Former employees say that they were not allowed to pump breast milk on flights.
Two former employees will take their complaints about Frontier Airlines to the U.S. Equal Employment Opportunity Commission (EEOC) on claims of discrimination. The Associated Press reports that the Denver-based flight attendants want their case heard regarding their rights as new mothers.
The two flight attendants became mothers while working for the low-cost carrier and say they were forced to return within four months of giving birth due to a lack of parental leave allowance at the airline. Once they returned, the two say they were not allowed to pump breast milk for their children while working, but were forced to take unpaid time off to do so. Although the airline did try to allow them concessions between flights, they say the acceptable locations were not close to gates, making it difficult to care for their needs. Additionally, the two accuse the airline of deducting points against them for using sick time to care for their children, which may have jeopardized their employment.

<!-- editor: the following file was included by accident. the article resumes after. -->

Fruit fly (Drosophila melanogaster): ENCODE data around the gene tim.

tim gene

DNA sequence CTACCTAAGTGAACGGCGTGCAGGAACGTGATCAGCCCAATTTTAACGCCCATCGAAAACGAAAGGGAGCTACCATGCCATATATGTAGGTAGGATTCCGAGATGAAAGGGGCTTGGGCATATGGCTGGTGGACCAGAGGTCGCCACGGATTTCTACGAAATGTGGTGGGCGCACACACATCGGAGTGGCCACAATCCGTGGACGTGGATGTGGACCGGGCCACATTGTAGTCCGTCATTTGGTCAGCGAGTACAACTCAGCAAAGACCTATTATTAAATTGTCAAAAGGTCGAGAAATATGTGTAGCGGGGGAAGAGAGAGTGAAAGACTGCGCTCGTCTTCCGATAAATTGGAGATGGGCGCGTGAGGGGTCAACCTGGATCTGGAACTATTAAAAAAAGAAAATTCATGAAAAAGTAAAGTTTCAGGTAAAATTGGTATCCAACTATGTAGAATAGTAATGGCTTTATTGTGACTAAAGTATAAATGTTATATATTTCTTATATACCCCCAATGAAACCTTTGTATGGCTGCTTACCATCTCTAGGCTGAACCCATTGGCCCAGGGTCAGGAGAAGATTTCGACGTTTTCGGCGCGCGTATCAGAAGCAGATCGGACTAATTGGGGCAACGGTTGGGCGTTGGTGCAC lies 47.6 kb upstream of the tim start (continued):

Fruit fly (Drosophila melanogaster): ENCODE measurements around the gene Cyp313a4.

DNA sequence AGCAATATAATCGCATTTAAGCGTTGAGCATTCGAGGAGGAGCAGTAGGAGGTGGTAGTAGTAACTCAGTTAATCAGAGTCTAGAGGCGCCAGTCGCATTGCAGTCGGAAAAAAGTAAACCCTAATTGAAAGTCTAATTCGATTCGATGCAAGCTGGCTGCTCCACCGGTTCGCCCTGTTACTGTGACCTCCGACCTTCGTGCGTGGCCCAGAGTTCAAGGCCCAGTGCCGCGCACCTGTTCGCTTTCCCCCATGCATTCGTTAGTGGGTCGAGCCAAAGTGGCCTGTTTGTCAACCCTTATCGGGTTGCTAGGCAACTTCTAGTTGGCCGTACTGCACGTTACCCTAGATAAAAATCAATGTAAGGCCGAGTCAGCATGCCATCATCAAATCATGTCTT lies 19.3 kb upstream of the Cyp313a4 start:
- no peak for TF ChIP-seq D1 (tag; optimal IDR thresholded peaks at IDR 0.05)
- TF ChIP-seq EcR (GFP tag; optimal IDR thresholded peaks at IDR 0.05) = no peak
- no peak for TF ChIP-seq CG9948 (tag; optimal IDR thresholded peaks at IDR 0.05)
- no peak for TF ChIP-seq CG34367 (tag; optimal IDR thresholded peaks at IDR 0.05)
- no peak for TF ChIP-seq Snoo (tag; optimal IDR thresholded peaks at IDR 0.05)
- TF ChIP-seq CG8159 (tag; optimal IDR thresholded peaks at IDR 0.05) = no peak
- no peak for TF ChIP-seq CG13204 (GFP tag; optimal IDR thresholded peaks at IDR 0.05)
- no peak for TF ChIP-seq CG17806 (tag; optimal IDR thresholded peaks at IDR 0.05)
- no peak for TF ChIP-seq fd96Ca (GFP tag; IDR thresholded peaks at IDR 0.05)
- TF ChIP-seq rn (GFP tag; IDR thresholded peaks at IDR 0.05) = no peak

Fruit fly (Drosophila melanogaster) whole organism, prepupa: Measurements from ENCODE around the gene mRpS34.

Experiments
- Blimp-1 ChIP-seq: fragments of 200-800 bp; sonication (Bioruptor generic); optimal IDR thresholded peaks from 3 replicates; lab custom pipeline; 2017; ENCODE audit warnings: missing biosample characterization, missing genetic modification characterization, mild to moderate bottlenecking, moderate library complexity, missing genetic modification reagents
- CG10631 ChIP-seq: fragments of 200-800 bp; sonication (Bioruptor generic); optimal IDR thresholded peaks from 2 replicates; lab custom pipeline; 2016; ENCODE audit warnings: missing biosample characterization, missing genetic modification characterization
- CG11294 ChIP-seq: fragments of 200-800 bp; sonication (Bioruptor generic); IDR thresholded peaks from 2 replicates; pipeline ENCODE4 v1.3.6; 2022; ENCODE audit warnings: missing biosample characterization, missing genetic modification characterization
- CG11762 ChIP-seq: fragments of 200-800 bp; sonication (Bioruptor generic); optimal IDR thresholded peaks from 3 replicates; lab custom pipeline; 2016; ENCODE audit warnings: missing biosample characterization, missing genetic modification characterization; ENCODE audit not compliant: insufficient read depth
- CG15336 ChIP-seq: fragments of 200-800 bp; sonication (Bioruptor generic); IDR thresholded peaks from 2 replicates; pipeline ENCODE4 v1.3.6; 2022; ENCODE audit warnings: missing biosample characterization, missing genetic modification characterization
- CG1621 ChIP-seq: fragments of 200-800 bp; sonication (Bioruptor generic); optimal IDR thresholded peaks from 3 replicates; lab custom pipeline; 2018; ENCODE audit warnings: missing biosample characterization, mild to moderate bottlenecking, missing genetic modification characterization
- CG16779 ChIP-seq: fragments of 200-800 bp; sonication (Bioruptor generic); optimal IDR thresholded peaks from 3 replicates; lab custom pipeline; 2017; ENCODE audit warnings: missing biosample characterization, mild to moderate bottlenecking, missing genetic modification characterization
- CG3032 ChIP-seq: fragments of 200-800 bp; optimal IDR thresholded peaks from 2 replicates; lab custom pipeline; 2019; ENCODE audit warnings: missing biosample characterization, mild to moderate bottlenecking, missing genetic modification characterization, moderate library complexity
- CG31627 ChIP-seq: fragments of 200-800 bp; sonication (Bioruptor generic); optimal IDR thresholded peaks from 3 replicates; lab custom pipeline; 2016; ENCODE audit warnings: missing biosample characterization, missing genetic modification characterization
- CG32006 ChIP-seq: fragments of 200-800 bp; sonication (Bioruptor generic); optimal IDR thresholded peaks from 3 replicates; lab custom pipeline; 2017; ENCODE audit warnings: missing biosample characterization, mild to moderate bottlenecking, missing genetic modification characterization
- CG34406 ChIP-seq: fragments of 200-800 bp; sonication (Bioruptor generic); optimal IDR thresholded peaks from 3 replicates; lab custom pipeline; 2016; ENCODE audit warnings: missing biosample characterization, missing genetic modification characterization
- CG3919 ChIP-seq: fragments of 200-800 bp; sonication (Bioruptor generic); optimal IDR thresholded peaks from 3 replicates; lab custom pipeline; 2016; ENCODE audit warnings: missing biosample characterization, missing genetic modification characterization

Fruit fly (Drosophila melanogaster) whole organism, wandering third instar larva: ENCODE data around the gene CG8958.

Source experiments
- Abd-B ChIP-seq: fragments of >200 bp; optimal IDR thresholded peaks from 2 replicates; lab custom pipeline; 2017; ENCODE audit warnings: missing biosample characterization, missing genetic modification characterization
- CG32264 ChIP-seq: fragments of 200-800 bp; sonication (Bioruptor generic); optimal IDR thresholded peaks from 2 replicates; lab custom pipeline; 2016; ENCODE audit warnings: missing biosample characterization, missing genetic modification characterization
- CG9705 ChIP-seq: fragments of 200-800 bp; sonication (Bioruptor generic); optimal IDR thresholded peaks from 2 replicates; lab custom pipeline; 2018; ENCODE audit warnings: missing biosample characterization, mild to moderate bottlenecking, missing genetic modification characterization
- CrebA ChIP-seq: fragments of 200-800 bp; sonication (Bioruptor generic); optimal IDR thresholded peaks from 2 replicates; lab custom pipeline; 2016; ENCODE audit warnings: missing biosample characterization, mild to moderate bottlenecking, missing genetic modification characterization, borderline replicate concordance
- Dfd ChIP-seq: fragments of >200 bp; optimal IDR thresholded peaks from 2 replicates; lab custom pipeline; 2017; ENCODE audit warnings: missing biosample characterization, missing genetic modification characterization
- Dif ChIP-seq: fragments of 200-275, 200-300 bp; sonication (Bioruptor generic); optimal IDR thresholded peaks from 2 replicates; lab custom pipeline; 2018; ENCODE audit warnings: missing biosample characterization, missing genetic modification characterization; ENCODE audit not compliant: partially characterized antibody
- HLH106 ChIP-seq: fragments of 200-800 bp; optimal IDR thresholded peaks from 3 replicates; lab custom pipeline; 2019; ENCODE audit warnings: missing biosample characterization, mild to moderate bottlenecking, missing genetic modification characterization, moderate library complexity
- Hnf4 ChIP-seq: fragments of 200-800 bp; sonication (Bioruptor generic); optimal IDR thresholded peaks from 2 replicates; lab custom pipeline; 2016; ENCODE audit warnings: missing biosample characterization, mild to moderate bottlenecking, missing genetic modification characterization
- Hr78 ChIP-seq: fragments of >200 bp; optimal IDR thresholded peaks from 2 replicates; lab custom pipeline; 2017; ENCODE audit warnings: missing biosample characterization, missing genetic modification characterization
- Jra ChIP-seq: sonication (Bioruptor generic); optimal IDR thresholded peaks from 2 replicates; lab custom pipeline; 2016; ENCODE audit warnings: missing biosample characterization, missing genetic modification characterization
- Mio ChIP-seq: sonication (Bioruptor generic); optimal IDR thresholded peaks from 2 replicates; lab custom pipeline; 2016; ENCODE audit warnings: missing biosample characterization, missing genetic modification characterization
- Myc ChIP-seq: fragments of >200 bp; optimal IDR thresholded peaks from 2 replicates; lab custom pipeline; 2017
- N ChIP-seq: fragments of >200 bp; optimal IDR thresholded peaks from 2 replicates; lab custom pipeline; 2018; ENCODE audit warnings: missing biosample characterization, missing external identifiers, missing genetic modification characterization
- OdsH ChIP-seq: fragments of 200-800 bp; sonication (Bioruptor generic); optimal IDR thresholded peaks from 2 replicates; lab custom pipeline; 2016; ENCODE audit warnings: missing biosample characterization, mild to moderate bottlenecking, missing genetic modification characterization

“As a result of Frontier’s actions, I have had to choose between performing my job and earning a living on the one hand,” said Jo Roby, one of the two flight attendants in the complaint. “[Or] continuing to breastfeed my child on the other.”
In their defense, the airline cited federal and state employment laws that allowed their practices, combined with the current contract with the flight attendants union. In a statement to the AP, a spokesperson for Frontier said they “made good-faith efforts” to accommodate the two with their requests.
The incident is not the first time Frontier has faced legal trouble in the past four years. In 2016, a consulting firm filed a lawsuit against the carrier over service fees they allegedly never received. In addition, four female pilots challenged the carrier before the EEOC in the same year on similar discrimination allegations.